Scientists are becoming increasingly concerned about the Canadian government’s attitude towards science. They are concerned about declining federal investment in public interest science; a shift away from federal funding of basic research to business-oriented research; policies that restrict the communication of scientific information among government scientists and to the public; and – despite assurances to the contrary from federal ministers – an increasingly cavalier attitude towards science-informed decision-making. Are these symptoms of an ongoing erosion of basic democratic principles? What are some possible therapeutic and preventative interventions?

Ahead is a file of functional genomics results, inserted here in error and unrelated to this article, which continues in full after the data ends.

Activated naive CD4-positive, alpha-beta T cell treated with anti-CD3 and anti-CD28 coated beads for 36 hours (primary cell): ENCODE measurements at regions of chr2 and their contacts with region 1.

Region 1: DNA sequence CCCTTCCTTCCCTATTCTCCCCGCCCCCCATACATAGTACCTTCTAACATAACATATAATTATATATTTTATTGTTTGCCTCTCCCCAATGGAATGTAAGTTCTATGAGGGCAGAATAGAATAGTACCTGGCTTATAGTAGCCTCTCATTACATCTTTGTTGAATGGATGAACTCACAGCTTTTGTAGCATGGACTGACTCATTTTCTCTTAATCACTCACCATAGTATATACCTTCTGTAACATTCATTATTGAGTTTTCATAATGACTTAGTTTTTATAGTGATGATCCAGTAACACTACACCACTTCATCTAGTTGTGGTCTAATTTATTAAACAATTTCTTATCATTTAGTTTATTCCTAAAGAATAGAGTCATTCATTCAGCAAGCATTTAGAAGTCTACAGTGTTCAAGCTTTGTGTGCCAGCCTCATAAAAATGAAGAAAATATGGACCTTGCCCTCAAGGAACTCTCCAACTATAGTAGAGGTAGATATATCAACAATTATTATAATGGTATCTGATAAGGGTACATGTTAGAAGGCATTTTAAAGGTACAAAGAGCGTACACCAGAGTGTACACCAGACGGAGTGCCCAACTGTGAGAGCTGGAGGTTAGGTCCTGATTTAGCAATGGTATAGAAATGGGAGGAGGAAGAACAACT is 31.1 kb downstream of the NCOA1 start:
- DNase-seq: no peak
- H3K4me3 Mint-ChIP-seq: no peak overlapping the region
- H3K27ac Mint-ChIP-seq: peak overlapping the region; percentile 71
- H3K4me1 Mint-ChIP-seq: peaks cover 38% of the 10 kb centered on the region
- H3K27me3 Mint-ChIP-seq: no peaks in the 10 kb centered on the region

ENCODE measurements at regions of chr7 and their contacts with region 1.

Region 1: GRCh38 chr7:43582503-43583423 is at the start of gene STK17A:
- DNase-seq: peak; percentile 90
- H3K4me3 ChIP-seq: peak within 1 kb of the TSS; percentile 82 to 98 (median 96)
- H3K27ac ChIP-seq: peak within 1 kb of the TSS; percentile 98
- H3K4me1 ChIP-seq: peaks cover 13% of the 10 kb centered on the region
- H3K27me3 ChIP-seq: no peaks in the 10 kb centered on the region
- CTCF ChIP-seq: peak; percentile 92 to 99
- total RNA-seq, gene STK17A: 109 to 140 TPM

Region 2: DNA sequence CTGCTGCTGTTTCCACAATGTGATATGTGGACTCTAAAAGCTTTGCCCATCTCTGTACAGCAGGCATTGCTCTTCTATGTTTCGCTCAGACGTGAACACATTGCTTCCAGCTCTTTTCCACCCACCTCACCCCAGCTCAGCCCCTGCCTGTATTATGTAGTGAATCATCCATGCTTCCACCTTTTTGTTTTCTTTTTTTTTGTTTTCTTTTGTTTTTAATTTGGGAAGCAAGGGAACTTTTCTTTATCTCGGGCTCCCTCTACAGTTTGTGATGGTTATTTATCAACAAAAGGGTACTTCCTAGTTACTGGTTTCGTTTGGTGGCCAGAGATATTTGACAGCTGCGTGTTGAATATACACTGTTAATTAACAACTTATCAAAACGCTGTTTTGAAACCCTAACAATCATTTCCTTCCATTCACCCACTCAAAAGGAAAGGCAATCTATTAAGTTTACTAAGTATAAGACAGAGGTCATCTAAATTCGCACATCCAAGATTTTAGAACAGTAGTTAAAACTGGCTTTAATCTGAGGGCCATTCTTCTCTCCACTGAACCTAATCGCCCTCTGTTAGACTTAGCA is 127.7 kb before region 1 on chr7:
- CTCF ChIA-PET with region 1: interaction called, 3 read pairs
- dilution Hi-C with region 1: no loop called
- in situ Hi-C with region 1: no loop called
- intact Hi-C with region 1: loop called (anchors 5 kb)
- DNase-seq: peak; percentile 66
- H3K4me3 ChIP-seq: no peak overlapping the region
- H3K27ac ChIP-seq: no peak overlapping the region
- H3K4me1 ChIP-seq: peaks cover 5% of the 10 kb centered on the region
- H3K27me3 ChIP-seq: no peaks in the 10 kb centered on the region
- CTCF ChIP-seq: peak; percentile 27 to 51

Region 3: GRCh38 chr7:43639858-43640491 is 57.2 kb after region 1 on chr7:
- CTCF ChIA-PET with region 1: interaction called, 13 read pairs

Supported by:
Dalhousie University Department of Physics and Atmospheric Science, Evidence for Democracy, and Canadian Centre for Ethics in Public Affairs

I last mentioned the speaker, Scott Findlay, in an Oct. 4, 2013 posting in the context of a series of protests (Stand up for Science) organized for Fall 2013.

Does digitizing material mean it’s safe? A tale of Canada’s Fisheries and Oceans scientific libraries

As has been noted elsewhere the federal government of Canada has shut down a number of Fisheries and Oceans Canada libraries in a cost-saving exercise. The government is hoping to save some $440,000 in the 2014-15 fiscal year by digitizing, consolidating, and discarding the libraries and their holdings.

One would imagine that this is being done in a measured, thoughtful fashion but one would be wrong.